Activist Faith: Grassroots Women in Democratic Brazil and by Carol Ann Drogus

By Carol Ann Drogus

An intensive and robust literature on faith, society, and politics in Latin the USA lately has began with the idea that the majority of the activities that surged within the fight opposed to army rule are lifeless, that the majority of the activists are scattered and burned out, and that the promise of civil society as a resource of latest values and a brand new type of citizenship and political lifestyles was once illusory. Many have assumed that the religiously encouraged activism of that interval left little lasting influence, yet rarely a person has really checked out the activists themselves to determine what is still, how they cope in a unique, extra open atmosphere, and the way they see and act at the current and destiny. Activist religion addresses those matters with a wealth of empirical aspect from key situations and with a richly interdisciplinary argument that attracts on theorizing approximately social routine. The authors attempt to appreciate what sustains activism and routine in appreciably varied conditions from these during which they arose. Their research is enriched by means of systematic consciousness to the influence of gender and genderrelated matters on activism and activities. within the strategy, they shed a lot wanted mild at the destiny of the activists and social activities that rose to prominence all through Latin the US through the Nineteen Eighties. "This fantastically written publication is an enormous fulfillment that offers us analytical instruments for learning how hobbies and activists live to tell the tale within the doldrums and whilst a cycle of protest peaks and societies movement on."--Daniel H. Levine, collage of Michigan "Two of contemporary top professionals on faith and politics in Latin the United States have teamed as much as produce the 1st finished learn of women's grassroots spiritual hobbies because the transition to democracy in Brazil and Chile. On a theoretical point, the booklet compels us to reconsider the traditional knowledge in regards to the `death' of social routine in Latin the USA. On a extra human point, the interviews with ladies activists supply voice to `ordinary heroes' so frequently absent from the literature. The great entry Drogus and Stewart-Gambino had with those ladies provides the research a measure of intensity and perception that's not easy to match." --Philip J. Williams, college of Florida

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Extra info for Activist Faith: Grassroots Women in Democratic Brazil and Chile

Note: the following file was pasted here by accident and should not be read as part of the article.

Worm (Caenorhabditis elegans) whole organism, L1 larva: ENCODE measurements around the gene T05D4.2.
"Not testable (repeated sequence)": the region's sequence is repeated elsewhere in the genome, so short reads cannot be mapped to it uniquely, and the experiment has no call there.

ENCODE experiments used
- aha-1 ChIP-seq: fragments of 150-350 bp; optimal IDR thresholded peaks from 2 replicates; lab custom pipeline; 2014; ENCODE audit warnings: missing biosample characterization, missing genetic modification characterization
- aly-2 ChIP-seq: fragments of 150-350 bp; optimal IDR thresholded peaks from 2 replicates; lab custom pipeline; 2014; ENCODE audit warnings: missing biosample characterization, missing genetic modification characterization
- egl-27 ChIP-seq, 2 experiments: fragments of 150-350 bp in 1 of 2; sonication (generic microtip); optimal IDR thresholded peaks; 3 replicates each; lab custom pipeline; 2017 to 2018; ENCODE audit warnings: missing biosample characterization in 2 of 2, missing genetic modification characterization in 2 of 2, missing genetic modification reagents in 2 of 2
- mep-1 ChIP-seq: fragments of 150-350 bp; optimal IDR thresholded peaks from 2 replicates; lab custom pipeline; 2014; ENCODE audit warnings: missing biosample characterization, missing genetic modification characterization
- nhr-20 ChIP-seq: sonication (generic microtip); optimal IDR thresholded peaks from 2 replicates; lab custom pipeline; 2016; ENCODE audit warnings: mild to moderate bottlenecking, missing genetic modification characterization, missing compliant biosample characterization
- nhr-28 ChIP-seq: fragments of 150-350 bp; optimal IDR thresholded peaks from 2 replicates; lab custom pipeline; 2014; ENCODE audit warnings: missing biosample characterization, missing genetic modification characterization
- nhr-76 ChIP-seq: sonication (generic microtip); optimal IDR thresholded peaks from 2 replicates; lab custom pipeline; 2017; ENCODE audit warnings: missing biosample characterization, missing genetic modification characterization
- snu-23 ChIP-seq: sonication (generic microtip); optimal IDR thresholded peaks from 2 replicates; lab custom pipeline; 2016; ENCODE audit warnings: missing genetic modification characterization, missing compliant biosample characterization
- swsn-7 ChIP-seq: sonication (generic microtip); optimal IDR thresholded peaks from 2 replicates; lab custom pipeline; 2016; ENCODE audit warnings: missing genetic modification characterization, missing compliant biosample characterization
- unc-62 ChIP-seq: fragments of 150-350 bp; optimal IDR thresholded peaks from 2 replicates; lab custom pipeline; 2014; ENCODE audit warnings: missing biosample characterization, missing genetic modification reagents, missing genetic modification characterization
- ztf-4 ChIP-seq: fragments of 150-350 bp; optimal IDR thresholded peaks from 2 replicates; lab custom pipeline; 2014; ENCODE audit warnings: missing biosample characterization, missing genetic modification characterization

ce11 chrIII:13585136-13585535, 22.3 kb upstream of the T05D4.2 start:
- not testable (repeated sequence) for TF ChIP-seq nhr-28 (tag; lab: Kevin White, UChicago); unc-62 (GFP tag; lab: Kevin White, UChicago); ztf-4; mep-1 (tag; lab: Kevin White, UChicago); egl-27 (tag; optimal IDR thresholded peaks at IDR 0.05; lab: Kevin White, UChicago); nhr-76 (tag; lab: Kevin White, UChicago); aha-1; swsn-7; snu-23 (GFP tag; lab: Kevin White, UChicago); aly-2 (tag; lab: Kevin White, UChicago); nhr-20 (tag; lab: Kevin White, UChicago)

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Moreover, none had the reach, legitimacy, or protected status that enabled the church to mobilize people from many walks of life. ” The story of the grassroots women activists in this book begins in the church, though in many cases that baptism of fire in the base communities carried them well beyond the church to a political involvement that remains vibrant today. Indeed, to understand their current activities and options for keeping activism alive, we must begin with the context of the base communities in which they first organized.

Drogus Chapter 1-2 2/18/05 11:05 AM Page 27 Understanding Invisibility 27 Studies of the “low phase” in movement cycles suggest that social movement activism can have enduring social effects even in decline. Indeed, it is in the down phase that much of the hard work of building and maintaining civil society occurs, as activists reassess their goals and strategies and—if they are successful—perhaps find new ways to maintain networks and solidarity. 5 That is why we argue that looking at the activists and their current practices—whether and how they are performing this work of maintenance— is the key to evaluating the success or failure of their earlier wave of activism.

As described in the previous chapter, they have lost visibility since the 1980s, leading many observers to conclude that they were ineffective or had little enduring value. Drogus Chapter 1-2 2/18/05 11:05 AM Page 20 20 Activist Faith assumption is premature; it is a product of the paucity of research on the specific trajectories of the most activist and committed women from the base communities. Women’s and Catholic groups were particularly vital, and they were ongoing players in the process of redemocratization.

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